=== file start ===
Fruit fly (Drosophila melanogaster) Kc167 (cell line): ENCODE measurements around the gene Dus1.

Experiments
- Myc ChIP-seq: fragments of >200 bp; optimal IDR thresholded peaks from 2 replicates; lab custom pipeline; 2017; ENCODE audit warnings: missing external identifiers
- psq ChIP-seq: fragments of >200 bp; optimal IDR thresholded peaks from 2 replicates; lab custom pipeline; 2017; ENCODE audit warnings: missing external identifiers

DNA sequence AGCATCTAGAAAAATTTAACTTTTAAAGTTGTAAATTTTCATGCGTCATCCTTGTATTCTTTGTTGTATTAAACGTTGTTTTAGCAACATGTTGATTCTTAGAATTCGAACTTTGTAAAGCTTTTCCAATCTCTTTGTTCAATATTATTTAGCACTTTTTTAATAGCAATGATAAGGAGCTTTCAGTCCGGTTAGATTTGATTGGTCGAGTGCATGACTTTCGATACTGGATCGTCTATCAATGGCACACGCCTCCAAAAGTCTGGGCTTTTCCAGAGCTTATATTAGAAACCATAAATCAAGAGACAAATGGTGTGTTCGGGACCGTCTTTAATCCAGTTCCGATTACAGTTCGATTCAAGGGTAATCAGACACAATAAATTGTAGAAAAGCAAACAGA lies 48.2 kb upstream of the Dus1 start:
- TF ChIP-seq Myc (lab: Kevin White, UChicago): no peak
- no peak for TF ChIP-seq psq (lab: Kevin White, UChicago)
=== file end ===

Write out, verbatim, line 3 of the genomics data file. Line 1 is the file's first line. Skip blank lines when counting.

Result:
- Myc ChIP-seq: fragments of >200 bp; optimal IDR thresholded peaks from 2 replicates; lab custom pipeline; 2017; ENCODE audit warnings: missing external identifiers